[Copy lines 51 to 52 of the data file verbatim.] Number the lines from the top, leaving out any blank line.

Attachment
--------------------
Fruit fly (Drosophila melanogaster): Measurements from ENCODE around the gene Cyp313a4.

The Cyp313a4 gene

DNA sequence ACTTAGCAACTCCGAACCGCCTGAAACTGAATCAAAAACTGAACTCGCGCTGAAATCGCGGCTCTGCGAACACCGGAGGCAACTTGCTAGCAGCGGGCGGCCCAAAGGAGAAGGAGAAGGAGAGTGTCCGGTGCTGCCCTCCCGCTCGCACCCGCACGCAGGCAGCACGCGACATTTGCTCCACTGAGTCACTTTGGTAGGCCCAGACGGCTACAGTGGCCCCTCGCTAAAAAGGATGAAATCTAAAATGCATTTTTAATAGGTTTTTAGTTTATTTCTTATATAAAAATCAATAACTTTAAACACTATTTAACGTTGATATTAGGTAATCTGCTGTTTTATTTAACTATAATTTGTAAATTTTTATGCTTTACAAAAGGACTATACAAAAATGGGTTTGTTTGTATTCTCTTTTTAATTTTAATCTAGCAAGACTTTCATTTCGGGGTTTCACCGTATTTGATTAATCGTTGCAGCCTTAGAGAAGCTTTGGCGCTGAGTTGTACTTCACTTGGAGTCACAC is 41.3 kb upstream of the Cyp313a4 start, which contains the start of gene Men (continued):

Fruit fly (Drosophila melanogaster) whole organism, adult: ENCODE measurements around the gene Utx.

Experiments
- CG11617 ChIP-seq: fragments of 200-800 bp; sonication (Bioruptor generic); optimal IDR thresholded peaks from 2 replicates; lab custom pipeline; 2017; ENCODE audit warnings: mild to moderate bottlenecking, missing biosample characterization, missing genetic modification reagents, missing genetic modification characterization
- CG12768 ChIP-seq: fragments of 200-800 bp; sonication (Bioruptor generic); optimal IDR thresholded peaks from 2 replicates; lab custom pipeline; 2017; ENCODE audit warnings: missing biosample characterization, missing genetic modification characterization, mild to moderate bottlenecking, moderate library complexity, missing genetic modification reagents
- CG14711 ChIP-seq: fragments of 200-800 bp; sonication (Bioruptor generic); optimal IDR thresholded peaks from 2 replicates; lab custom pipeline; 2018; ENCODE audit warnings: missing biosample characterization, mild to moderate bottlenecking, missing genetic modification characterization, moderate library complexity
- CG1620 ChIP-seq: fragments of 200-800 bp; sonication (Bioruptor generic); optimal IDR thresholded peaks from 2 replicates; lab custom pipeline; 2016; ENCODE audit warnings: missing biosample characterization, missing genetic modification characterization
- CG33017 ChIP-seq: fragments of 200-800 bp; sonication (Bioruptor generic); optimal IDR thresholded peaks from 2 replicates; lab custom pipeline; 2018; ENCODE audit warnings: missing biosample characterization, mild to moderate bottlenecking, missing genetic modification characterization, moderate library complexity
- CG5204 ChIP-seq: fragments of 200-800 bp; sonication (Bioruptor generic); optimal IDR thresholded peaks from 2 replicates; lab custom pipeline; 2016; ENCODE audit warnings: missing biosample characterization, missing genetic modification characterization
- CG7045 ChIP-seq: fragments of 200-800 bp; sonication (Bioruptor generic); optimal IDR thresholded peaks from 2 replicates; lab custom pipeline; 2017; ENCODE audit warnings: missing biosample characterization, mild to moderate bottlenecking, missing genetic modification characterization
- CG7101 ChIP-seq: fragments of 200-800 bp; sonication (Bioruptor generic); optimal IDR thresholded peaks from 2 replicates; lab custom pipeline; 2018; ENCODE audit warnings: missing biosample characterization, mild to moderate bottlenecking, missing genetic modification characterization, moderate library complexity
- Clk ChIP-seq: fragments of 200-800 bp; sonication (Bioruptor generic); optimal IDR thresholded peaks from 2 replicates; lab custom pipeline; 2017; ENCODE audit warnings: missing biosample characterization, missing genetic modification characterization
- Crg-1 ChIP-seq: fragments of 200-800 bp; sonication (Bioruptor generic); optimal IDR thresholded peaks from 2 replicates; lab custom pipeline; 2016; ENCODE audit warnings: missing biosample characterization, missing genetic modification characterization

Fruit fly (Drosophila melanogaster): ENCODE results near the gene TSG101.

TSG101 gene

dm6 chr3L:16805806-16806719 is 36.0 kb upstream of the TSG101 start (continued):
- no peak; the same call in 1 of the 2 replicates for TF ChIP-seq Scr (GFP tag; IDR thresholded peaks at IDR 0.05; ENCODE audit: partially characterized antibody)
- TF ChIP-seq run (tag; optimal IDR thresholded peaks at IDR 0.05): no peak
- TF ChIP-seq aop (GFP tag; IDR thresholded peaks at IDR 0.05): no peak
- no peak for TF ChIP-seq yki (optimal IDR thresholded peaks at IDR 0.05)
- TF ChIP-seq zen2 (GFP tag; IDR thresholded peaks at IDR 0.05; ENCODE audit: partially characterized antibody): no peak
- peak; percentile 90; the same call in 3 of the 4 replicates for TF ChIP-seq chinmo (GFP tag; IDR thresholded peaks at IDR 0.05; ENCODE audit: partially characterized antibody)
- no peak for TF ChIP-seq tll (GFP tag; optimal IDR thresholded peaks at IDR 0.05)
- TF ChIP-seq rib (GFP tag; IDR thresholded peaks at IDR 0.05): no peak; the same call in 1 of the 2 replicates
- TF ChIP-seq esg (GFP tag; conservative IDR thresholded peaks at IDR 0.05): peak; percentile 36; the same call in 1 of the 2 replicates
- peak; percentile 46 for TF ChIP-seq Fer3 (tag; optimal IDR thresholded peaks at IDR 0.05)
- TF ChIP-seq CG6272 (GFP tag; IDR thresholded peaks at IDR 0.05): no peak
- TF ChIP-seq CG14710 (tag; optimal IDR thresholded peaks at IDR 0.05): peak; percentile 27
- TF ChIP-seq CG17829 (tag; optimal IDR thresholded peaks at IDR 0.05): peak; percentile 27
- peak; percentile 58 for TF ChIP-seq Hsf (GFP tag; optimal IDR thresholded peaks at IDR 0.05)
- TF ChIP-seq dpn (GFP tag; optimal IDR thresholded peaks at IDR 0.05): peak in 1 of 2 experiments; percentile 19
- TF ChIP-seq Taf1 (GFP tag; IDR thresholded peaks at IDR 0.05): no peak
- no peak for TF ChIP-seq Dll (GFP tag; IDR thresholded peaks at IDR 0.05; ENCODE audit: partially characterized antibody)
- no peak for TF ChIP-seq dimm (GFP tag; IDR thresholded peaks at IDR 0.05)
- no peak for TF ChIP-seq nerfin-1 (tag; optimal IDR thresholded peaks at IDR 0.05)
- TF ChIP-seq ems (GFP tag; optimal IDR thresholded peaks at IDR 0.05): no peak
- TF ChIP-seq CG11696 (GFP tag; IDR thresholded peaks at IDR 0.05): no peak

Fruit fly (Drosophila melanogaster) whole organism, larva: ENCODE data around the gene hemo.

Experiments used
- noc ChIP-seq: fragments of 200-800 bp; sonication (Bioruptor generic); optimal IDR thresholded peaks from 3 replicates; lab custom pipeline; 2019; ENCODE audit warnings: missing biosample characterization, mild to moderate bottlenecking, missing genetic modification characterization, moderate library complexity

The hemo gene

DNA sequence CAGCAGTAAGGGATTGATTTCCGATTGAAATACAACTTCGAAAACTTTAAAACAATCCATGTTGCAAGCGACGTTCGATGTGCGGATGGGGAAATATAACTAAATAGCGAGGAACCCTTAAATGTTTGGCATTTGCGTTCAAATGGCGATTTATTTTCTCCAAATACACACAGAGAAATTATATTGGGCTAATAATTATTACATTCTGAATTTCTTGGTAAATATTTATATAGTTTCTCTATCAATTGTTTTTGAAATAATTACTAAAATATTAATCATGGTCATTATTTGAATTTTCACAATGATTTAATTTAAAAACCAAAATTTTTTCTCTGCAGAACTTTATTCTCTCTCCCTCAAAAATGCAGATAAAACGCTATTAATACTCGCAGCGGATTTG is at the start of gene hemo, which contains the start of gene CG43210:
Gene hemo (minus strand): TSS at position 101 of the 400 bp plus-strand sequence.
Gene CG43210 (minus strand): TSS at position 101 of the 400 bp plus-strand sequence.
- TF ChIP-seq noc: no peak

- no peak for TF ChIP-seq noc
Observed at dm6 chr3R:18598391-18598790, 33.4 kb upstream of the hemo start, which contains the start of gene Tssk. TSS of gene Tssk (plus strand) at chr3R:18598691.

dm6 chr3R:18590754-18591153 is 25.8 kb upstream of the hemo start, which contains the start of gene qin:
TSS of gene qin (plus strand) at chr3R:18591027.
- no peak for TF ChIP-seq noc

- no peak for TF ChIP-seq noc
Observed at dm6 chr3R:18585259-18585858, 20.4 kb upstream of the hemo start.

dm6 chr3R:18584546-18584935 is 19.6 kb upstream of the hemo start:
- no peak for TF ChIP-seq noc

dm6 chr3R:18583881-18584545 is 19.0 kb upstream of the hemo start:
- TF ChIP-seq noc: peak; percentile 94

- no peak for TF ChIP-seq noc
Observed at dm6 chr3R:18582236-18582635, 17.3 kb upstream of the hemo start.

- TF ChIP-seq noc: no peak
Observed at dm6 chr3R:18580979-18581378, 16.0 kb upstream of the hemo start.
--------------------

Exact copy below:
TSS of gene qin (plus strand) at chr3R:18591027.
- no peak for TF ChIP-seq noc